Uncovered: My b&w process

I’ve always loved black and white photographs for its simplicity and how it makes me feel.  It is especially great for pre wedding and weddings.  Done properly, black and white photography can draw the viewer into the photograph the more they look at it.  Look at the old photographs of your grandparents and parents in a silent room, with no distractions.  Think about what they felt at the time, what was life like for them?

Black and white photography has become a trend in recent years of the digital photography age.   In this day and age, it’s possible to have your colour photos converted to black and white.  Not all photos will look great in black and white.  There are digital cameras out there that capture purely in black and white as well to make things a bit easier.

For the purpose of this article, we will look at a black and white conversion of a photo from one of my pre wedding photography sessions.

Black and white conversion example | Photography by Wayne Wong with Evoke Eternity (www.evoke-eternity.com)
Black and white conversion example | Photography by Wayne Wong with Evoke Eternity (www.evoke-eternity.com)

Most examples, and the easiest, is to a change all the colour information to black and white tones.  This is also called desaturation.  It’s an easy two second process that  is quick and   simple.  However, as you can see from the example above, it’s not very flattering and doesn’t offer much depth to the photo.  The details aren’t crisp and it feels very unfinished.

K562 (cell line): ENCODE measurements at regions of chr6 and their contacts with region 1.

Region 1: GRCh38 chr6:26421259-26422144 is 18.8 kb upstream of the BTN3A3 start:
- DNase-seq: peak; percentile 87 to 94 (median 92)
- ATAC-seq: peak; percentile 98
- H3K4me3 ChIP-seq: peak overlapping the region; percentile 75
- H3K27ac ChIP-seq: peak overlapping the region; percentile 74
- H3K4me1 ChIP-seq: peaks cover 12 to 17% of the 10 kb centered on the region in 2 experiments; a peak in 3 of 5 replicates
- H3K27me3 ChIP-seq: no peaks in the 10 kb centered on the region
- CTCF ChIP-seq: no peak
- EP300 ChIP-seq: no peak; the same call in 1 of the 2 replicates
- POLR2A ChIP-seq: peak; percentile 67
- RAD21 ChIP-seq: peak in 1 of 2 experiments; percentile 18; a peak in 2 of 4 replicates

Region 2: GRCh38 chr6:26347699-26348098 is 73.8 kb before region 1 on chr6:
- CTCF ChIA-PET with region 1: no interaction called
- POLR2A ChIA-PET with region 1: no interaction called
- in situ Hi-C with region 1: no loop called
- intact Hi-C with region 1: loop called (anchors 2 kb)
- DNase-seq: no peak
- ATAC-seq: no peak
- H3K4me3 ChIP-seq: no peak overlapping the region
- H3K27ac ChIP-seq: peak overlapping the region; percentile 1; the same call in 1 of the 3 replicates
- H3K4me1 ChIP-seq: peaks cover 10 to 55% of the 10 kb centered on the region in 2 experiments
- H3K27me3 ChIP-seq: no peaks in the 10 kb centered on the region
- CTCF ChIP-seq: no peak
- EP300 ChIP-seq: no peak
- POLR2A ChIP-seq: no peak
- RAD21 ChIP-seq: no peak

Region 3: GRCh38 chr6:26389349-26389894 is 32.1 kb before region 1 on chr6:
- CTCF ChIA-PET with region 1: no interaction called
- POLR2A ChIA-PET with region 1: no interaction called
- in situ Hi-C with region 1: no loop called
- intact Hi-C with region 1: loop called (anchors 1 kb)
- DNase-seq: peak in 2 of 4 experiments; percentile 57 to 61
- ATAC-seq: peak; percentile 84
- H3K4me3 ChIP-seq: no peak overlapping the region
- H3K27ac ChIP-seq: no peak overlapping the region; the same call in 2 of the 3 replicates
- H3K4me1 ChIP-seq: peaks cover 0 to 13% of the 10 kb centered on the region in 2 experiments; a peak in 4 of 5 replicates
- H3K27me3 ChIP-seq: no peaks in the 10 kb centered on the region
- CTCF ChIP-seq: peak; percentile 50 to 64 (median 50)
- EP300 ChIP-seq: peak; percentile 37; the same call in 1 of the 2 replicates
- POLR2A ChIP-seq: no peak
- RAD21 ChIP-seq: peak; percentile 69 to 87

Black and white conversion example | Photography by Wayne Wong with Evoke Eternity (www.evoke-eternity.com)
Black and white conversion example | Photography by Wayne Wong with Evoke Eternity (www.evoke-eternity.com)

Another way is to desaturate the photo and adjust the different colour channels – red, green and blue – to give the photo more contrast.  The details in their faces and hair have been brought out a bit but it is still very lacking.  This is again, another quick and easy process to do but it lacks a finished image.

Kerrie-Anne and Phil Melbourne Pre Wedding | Photography by Evoke Eternity (www.evoke-eternity.com)
Kerrie-Anne and Phil Melbourne Pre Wedding | Photography by Evoke Eternity (www.evoke-eternity.com)

The final example is the type of black and white conversion which I typically do for many of my photos, including documentary wedding photographs.

Throughout the years of photography, people frequently comment on the quality of my black and white conversions.  I combine various techniques using Silver Efex Pro and editing using my Wacom tablet in Lightroom to make the final image more refined.

It takes more time but I’m more satisfied with the quality of it as are the people who look at these photos.  The photography prints are stunning and looked far more refined than the other ways of processing.

Not all photos look great in black and white.  The selection process comes down to what the final photo communicates and how it should make the viewer feel.  I don’t rely only on a preset that the program provides.  The software only takes the image along the journey a little bit.  To complete the image, I observe it and further process it to give it a more personal touch, similar to a process in the darkroom.  None of my black and white photographs can be re-created like for like as I don’t recall how long I spent burning or dodging a particular area.  This is another way of creating unique pieces of art of my clients, for my clients.


If you wish to have your wedding or family lifestyle documented in Hong Kong, or anywhere in the world, contact us to tell your story.
Wayne is an active member of the Wedding Photojournalist Association (WPJA) and the Artistic Guild of the Wedding Photojournalist Association (AGWPJA).